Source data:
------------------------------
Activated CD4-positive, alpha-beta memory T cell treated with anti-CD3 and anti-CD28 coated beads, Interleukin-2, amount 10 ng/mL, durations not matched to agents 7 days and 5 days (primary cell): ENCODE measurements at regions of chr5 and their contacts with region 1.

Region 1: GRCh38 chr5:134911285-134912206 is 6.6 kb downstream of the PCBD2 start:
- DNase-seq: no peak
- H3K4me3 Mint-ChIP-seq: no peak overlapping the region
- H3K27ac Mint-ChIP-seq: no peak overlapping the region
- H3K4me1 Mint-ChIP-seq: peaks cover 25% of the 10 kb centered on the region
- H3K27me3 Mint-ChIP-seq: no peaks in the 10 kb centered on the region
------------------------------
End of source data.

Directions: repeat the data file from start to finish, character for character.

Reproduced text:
Activated CD4-positive, alpha-beta memory T cell treated with anti-CD3 and anti-CD28 coated beads, Interleukin-2, amount 10 ng/mL, durations not matched to agents 7 days and 5 days (primary cell): ENCODE measurements at regions of chr5 and their contacts with region 1.

Region 1: GRCh38 chr5:134911285-134912206 is 6.6 kb downstream of the PCBD2 start:
- DNase-seq: no peak
- H3K4me3 Mint-ChIP-seq: no peak overlapping the region
- H3K27ac Mint-ChIP-seq: no peak overlapping the region
- H3K4me1 Mint-ChIP-seq: peaks cover 25% of the 10 kb centered on the region
- H3K27me3 Mint-ChIP-seq: no peaks in the 10 kb centered on the region